Councilmember Tammy J. Morales, alongside her Council colleagues, passed two pieces of legislation sponsored by Morales that protect renters from pandemic-related eviction, and no-fault evictions associated with end-of-lease terminations.
“These two bills lay the groundwork for us to create more and better opportunities to democratize wealth, to combat gentrification, and to reverse displacement in our communities,” said Morales. “This is important in a system that is inherently beneficial to one party over another. Tenants spend their lives accumulating wealth for someone else. They spend their lives constantly reminded that their home ‘isn’t actually theirs.’ These bills seek to balance that relationship and to affirm that tenants’ homes are, in fact, theirs.”
The City Council passed Council Bill 120090, by a 5-2 vote, which addresses end-of-lease no-cause terminations by offering tenants a right of first refusal to stay or leave their home when their lease is up. Previously, some landlords were able to evict tenants from their homes at the end of a lease through a no fault, no cause removal. The legislation, which was jointly sponsored by Councilmember Sawant and co-sponsored by Councilmember Lewis, extends protections afforded under the city’s Just Cause Eviction Ordinance to all tenants, expands tenant relocation assistance protections to more renters, and gives tenants more bargaining power in mutual lease terminations.
“For far too long, renters have been left out in the cold at the end of their lease, left to the whims of their landlord as to whether they can stay in their homes, or be forced to leave for no substantial reason. This practice has added stress to several generations of renters, who may be model tenants, but have no guarantee that their home will be their home for as long as they desire,” Morales said. “By closing this longstanding gap in protections, we’re showing renters that we believe the place in which they live isn’t just a temporary set of walls, but rather that it is their home; cultivated by them, cared for by them, and appreciated by them.”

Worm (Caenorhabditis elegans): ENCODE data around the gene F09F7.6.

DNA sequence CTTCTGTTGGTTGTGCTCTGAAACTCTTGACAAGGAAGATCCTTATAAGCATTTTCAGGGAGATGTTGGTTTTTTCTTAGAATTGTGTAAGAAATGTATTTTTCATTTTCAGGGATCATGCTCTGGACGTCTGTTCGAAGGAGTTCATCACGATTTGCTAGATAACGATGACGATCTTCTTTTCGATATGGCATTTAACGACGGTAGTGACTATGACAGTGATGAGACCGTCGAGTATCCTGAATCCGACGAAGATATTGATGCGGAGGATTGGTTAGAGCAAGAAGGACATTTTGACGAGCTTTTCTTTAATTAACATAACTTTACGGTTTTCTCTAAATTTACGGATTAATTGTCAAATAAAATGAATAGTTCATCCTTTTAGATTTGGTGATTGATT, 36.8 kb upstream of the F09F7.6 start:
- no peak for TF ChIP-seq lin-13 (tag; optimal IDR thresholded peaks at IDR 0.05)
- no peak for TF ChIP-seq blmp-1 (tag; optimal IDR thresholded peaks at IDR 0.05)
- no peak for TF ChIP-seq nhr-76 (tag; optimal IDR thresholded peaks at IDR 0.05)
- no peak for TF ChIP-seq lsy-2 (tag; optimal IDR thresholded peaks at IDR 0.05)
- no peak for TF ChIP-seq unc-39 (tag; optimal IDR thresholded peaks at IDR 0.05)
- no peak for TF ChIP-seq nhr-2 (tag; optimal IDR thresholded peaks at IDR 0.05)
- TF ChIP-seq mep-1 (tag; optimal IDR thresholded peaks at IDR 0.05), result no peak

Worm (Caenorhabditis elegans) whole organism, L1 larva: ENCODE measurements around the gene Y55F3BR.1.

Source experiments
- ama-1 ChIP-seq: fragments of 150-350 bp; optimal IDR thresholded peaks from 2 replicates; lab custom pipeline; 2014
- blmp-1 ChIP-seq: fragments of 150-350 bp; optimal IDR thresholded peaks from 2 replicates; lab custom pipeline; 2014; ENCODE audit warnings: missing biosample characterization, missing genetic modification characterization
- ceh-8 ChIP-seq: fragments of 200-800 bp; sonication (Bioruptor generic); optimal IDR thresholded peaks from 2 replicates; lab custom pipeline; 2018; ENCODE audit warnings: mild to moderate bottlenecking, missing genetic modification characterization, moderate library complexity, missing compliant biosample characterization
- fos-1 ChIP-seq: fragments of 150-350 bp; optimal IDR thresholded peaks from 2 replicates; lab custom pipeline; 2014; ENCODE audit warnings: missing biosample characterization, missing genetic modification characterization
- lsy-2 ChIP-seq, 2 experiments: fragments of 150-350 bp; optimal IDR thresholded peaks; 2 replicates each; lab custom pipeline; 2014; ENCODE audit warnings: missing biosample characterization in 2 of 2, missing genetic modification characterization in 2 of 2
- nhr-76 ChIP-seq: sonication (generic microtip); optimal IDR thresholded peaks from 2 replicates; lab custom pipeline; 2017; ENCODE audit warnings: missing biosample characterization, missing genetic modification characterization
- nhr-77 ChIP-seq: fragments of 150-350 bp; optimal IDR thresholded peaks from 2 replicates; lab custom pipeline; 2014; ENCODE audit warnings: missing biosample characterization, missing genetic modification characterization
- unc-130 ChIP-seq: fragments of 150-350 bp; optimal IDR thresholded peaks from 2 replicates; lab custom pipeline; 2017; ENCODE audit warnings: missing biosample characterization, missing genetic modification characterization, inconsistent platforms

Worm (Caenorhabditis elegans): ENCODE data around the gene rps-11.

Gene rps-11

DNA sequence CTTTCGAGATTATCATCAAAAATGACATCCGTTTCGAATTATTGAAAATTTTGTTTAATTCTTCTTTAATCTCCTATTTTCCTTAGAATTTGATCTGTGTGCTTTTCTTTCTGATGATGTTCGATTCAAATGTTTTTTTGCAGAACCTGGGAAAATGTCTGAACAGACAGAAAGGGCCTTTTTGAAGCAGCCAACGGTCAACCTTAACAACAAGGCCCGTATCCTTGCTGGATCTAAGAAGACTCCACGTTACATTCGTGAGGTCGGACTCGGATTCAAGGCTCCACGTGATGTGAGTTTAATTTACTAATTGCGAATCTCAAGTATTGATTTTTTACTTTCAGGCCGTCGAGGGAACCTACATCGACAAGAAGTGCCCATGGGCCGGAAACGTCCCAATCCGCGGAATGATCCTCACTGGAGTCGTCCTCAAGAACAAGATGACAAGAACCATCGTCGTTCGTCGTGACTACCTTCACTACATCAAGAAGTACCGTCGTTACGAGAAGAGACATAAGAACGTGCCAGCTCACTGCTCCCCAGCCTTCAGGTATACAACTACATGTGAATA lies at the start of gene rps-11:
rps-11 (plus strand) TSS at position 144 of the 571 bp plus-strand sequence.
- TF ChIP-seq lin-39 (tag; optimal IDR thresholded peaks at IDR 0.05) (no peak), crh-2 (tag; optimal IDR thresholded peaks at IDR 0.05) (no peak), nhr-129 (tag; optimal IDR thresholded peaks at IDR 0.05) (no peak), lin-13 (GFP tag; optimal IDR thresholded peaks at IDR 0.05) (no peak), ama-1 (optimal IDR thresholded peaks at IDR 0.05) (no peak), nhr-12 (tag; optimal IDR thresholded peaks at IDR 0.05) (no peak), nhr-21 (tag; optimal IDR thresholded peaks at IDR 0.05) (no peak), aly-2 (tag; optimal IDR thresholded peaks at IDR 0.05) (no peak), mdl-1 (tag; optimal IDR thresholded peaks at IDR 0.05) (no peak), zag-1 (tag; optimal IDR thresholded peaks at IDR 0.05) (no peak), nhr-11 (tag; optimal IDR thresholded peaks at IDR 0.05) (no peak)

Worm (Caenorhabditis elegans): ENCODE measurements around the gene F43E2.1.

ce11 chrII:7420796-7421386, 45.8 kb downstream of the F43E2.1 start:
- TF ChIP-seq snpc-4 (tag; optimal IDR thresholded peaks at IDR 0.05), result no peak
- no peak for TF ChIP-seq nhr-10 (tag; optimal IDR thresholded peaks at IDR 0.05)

The City Council also passed Council Bill 120077, called “Sound at Home”, by a 5-2 vote. The legislation provides a defense to eviction for any renter who has faced a financial hardship brought on by the pandemic that would have caused them to fall behind on rent. It also ensures that landlords must communicate to tenants that they have the right to assert this defense prior to heading to court. The Sound at Home defense came in response to the nearly 40,000 renters in King County who have faced rent-debt brought on by the pandemic, two-thirds of whom are from Communities of Color. This defense offers protection to tens of thousands of those renters living in Seattle.
“It is glaringly obvious who is impacted most by this crisis,” said Morales. “Two-thirds of people facing pandemic-related debt are People of Color, low income, and have accrued debt after losing their jobs. The impending torrent of evictions has as much to do with equity and a system built on racism and classism, as it does about this public health crisis. That is top of my mind and the Sound at Home defense will be a dam to hold back that deluge that threatens to sweep away tens of thousands of low-income people and People of Color.”
Councilmember Morales introduced these two pieces of legislation, part of her larger Tenants’ Bill of Rights with the support of the Stay Housed Stay Healthy Coalition, which includes tenant rights advocates such as the Housing Justice Project, El Centro de la Raza, Washington CAN, Be:Seattle, WA BLOC, LGBTQ Allyship, Transit Riders Union, Tenant Union of Washington, Real Change, Share the Cities, along with non-profit housing providers Solid Ground and LIHI.